Outside of work, you can find Audrey singing, spending time with family and friends, and discussing good reads with her book club. 

Sarah Emas

It’s the last Women in Tech Tuesday of June! To close out this month, we’re recognizing our Senior Salesforce Consultant, Sarah Emas. Sarah manages Catalyst’s 311 product; as such, she engages with users and stakeholders to get their feedback, and then relays their insight to Catalyst’s development team to make the suggested enhancements.   

Since she interacts with clients so extensively, Sarah recalls some of the most influential advice that she has ever received is to never use acronyms in front of the client. She explains that acronyms can confuse clients and make them feel like they’re not making an informed decision. The underlying advice there is to always make clients feel as comfortable, empowered, and knowledgeable as possible, and this is a practice she brings to her day-to-day work at Catalyst.  

Sarah advises fellow women in STEM to speak up in meetings and offer ideas to supervisors in a one-on-one setting. Perceived inexperience can hinder a lot of women from leaning in, but Sarah notes that everyone, including and especially those with a fresh perspective, can be integral to bringing great ideas from idea conception to project closeout.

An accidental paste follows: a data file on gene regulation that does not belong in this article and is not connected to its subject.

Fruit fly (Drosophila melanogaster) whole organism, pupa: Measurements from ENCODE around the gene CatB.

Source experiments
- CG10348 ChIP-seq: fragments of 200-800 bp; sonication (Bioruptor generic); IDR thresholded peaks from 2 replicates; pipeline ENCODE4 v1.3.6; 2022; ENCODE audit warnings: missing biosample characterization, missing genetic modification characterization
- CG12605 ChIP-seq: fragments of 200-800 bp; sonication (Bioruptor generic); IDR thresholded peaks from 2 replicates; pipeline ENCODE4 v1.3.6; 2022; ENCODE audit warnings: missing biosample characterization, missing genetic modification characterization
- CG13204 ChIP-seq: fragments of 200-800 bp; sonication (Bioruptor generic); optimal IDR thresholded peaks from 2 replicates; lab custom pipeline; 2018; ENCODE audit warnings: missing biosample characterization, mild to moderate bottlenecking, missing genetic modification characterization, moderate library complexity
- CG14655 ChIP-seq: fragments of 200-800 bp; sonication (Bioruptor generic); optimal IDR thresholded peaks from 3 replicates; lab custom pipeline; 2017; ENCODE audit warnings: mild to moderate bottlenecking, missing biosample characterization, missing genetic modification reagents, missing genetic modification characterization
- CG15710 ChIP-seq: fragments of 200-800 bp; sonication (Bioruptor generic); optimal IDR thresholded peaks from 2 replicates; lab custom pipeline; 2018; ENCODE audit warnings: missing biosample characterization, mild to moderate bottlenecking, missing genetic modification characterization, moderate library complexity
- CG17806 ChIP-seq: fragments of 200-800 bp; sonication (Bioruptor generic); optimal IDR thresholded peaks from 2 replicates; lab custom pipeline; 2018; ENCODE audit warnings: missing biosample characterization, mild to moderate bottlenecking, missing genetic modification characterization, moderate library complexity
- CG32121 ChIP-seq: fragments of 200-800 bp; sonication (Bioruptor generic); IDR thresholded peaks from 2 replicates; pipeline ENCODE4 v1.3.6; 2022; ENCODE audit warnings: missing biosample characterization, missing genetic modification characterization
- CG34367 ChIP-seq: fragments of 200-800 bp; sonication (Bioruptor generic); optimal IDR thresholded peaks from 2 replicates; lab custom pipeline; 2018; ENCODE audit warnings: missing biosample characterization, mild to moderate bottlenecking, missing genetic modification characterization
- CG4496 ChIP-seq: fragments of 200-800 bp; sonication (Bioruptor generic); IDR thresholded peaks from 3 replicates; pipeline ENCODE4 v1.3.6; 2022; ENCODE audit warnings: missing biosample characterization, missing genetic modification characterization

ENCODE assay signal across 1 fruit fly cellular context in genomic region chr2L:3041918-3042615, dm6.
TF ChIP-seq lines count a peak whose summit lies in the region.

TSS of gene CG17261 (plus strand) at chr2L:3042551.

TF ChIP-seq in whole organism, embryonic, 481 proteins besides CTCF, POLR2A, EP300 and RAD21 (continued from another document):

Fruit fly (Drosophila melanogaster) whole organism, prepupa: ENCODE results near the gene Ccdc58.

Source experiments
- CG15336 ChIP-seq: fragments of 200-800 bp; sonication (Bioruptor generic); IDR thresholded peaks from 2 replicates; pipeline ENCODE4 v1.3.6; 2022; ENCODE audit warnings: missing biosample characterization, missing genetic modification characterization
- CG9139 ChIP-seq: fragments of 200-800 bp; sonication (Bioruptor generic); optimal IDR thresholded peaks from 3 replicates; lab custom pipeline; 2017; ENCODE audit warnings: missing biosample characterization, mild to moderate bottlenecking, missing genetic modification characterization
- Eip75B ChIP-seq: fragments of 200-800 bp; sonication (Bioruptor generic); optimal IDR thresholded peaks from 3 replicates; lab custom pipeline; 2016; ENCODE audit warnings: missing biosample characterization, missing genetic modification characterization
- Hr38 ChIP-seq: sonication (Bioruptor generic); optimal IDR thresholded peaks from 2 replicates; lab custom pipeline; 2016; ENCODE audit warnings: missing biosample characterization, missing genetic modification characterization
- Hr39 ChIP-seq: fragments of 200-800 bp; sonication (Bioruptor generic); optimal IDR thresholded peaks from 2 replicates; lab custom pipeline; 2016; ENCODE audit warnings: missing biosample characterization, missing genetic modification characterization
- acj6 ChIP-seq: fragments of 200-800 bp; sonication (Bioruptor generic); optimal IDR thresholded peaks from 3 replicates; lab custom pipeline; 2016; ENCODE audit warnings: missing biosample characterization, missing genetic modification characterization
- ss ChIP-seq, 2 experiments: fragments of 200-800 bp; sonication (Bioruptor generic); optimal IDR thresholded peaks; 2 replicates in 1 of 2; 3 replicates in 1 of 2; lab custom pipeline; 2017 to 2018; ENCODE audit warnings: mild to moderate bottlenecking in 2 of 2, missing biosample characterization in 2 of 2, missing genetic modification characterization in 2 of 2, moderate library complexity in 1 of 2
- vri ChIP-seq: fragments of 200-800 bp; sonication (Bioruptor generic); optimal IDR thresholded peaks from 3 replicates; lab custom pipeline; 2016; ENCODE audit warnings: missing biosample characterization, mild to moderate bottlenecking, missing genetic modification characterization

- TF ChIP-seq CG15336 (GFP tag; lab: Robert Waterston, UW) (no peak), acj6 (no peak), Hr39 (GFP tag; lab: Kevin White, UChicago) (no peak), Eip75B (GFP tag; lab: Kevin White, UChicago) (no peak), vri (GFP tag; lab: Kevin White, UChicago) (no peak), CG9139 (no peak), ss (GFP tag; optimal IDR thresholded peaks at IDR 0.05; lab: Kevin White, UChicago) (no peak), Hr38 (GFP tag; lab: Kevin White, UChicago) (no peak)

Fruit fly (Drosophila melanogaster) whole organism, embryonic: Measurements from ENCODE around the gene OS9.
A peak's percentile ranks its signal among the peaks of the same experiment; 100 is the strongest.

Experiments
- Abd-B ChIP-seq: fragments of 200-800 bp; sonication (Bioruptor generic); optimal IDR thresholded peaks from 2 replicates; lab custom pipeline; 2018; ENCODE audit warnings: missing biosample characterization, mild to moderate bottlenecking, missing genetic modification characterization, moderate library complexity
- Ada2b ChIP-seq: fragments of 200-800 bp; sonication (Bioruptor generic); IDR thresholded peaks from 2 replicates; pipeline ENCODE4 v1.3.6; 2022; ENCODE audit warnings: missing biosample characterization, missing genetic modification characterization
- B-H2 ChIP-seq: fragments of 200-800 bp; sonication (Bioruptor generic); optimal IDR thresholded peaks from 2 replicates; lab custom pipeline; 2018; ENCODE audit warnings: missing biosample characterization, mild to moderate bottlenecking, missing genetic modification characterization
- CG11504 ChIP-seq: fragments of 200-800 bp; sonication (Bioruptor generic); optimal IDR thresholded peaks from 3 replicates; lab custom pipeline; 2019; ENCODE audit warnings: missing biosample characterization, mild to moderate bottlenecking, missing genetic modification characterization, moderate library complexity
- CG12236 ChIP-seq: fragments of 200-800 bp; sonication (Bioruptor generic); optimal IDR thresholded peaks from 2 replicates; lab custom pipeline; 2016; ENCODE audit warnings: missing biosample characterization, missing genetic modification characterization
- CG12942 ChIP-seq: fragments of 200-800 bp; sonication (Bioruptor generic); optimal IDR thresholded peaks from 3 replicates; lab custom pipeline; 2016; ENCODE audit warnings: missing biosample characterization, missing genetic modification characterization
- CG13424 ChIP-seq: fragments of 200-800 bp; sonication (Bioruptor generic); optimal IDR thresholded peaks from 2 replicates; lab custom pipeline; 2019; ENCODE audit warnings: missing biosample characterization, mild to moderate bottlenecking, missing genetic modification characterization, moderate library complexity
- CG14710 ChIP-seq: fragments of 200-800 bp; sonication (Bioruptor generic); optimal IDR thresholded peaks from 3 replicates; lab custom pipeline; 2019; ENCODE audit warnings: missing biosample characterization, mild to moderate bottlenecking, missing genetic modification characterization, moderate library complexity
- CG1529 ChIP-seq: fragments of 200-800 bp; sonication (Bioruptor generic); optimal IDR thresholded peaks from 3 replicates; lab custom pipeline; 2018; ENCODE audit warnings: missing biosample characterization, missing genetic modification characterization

Stacey Mansker-Young

Stacey joined the City of Chicago’s Department of Innovation and Technology 18 years ago, where she currently serves as the Deputy Commissioner of Policy, Planning, and Management. In this role, she holds the awesome responsibility of overseeing the Project Management office, Technology Policy Program, Information Technology Strategy Committee, Information Research Services, information and communications, and organizational change management.

Stacey’s career path in technology started during her high school years, in which she participated in STEM programs; she ultimately minored in Computer Science in college. Both experiences allowed Stacey to see first-hand that women were excelling in technology, giving her the confidence and assurance that she could successfully carve out a space for herself in male- dominated industries.In order to instill this confidence in other women, Stacey advises fellow women in STEM to use their voice and positions of power to stand up and empower one another. Advocating for access to STEM education, fostering networks of support, and opening up opportunities to fully lean in are the routes through which we can increase women’s representation in this field. Outside of the office, you can find Stacey volunteering at Ronald McDonald House Chicago with her family, as well as supporting the Glass Slipper Project, Mayfair Academy, Chicago’s Food Bank, and Working in the Schools.

Cindy Talwar